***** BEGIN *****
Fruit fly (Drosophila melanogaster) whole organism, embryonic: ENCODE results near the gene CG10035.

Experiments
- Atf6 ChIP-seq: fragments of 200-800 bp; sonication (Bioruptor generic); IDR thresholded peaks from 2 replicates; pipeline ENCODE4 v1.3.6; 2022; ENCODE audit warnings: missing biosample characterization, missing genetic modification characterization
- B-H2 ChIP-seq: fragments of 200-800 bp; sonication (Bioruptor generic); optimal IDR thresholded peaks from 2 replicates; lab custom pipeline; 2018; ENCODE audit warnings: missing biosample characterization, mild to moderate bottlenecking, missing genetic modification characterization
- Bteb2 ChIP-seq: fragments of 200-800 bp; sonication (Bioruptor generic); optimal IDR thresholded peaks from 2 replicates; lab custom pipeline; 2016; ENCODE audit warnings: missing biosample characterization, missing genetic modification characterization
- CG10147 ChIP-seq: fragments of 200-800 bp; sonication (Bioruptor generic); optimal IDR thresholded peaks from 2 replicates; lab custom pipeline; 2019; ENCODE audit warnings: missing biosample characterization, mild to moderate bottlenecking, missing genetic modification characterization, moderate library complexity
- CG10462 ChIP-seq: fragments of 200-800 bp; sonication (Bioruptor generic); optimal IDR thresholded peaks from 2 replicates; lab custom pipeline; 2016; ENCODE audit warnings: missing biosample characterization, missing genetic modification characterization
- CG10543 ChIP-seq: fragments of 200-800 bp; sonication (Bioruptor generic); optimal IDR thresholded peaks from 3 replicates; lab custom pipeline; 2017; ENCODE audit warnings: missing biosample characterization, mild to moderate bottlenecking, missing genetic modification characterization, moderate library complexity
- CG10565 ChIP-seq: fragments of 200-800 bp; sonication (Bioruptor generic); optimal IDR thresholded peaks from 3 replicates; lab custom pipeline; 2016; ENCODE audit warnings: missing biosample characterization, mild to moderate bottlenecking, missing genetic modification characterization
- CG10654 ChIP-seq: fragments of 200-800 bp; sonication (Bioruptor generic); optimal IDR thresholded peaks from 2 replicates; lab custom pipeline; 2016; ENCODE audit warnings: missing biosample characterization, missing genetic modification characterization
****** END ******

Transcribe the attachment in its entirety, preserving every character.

Fruit fly (Drosophila melanogaster) whole organism, embryonic: ENCODE results near the gene CG10035.

Experiments
- Atf6 ChIP-seq: fragments of 200-800 bp; sonication (Bioruptor generic); IDR thresholded peaks from 2 replicates; pipeline ENCODE4 v1.3.6; 2022; ENCODE audit warnings: missing biosample characterization, missing genetic modification characterization
- B-H2 ChIP-seq: fragments of 200-800 bp; sonication (Bioruptor generic); optimal IDR thresholded peaks from 2 replicates; lab custom pipeline; 2018; ENCODE audit warnings: missing biosample characterization, mild to moderate bottlenecking, missing genetic modification characterization
- Bteb2 ChIP-seq: fragments of 200-800 bp; sonication (Bioruptor generic); optimal IDR thresholded peaks from 2 replicates; lab custom pipeline; 2016; ENCODE audit warnings: missing biosample characterization, missing genetic modification characterization
- CG10147 ChIP-seq: fragments of 200-800 bp; sonication (Bioruptor generic); optimal IDR thresholded peaks from 2 replicates; lab custom pipeline; 2019; ENCODE audit warnings: missing biosample characterization, mild to moderate bottlenecking, missing genetic modification characterization, moderate library complexity
- CG10462 ChIP-seq: fragments of 200-800 bp; sonication (Bioruptor generic); optimal IDR thresholded peaks from 2 replicates; lab custom pipeline; 2016; ENCODE audit warnings: missing biosample characterization, missing genetic modification characterization
- CG10543 ChIP-seq: fragments of 200-800 bp; sonication (Bioruptor generic); optimal IDR thresholded peaks from 3 replicates; lab custom pipeline; 2017; ENCODE audit warnings: missing biosample characterization, mild to moderate bottlenecking, missing genetic modification characterization, moderate library complexity
- CG10565 ChIP-seq: fragments of 200-800 bp; sonication (Bioruptor generic); optimal IDR thresholded peaks from 3 replicates; lab custom pipeline; 2016; ENCODE audit warnings: missing biosample characterization, mild to moderate bottlenecking, missing genetic modification characterization
- CG10654 ChIP-seq: fragments of 200-800 bp; sonication (Bioruptor generic); optimal IDR thresholded peaks from 2 replicates; lab custom pipeline; 2016; ENCODE audit warnings: missing biosample characterization, missing genetic modification characterization